Between 2005 and 2011 British household incomes have tumbled below those of rich-nation counterparts in Switzerland, Australia, Austria, France, Canada, Belgium and Sweden, according to a new analysis from the UK’s Office of National Statistics. Despite some decent recent news on industrial production, the UK economy remains quite weak. And critics lay the blame squarely at the feet of David Cameron’s conservative-led government. When elected in 2010, Cameron became a global standard-bearer for those who argued that what was needed in the aftermath of the financial crisis and Great Recession was belt-tightening rather than the fiscal stimulus of the kind once prescribed by John Maynard Keynes.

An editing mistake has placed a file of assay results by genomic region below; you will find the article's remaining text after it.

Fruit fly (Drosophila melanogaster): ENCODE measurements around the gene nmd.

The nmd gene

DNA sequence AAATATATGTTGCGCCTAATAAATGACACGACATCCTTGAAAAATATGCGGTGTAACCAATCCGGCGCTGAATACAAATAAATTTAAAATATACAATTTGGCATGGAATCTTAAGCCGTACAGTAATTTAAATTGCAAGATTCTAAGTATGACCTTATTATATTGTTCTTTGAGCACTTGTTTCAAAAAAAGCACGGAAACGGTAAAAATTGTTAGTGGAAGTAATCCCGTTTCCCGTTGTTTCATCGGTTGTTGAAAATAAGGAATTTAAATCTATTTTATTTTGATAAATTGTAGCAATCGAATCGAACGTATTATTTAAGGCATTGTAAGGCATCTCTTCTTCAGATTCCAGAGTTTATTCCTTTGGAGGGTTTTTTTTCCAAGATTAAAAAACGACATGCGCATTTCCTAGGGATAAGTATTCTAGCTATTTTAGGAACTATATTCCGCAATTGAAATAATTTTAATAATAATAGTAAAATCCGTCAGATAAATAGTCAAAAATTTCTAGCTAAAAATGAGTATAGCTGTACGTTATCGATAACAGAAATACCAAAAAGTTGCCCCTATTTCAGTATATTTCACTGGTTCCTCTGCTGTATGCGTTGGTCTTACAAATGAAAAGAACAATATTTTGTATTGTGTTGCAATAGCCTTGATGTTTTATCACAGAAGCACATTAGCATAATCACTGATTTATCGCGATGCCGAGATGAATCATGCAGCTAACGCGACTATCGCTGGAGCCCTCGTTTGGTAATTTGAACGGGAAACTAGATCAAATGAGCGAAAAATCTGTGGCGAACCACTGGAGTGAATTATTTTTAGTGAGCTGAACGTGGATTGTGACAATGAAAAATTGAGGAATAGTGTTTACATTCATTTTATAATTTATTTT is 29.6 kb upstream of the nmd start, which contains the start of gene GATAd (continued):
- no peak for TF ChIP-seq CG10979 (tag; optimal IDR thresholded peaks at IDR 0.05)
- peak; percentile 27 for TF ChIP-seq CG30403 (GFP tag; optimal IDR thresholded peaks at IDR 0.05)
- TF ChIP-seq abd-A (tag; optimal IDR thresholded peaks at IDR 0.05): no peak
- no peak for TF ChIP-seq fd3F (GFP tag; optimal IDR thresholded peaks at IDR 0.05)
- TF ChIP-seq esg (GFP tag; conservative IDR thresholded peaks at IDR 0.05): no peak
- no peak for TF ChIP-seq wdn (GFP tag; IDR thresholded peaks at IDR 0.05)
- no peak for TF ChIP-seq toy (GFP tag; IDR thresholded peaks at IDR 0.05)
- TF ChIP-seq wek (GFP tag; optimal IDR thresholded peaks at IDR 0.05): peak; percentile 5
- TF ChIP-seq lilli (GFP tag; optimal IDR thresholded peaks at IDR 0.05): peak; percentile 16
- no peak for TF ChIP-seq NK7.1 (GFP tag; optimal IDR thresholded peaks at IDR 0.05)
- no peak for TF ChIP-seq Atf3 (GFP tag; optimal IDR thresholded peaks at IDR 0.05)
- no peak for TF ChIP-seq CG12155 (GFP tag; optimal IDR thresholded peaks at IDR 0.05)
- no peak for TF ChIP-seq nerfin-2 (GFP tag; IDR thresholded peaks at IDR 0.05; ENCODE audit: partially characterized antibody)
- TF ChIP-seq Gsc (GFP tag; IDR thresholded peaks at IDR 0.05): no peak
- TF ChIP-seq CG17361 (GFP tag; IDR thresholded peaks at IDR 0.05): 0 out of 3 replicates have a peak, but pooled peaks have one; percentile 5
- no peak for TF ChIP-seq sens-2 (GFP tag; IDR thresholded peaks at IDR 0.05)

Cameron’s experiment with Britain’s economy has not worked. As we’ve said before, growth remains piddling. The IMF forecasts a whopping 0.7% in 2013. And job growth, which has been surprisingly resilient, is also now sagging. Nor is the austerity push delivering on government promises to bring the UK’s deficit and debt under control. The Cameron government has had to admit repeatedly that it will miss its own deadlines for cutting the deficit. As a result, Britain’s debt-to-GDP ratio continues to push higher. It was 79% when Cameron & Co. took over in 2010. It’s expected to be 93% by the end of 2013, according to Moody’s. That’s resulted in a loss of Britain’s triple-A rating. And as the above chart shows, the weak state of the UK economy is really proving to be a problem for the well-being of the average Brit, who is seeing standards of living decline relative to age-old rivals on the continent. Seeing UK incomes fall behind those of Socialist-led France has got to smart.
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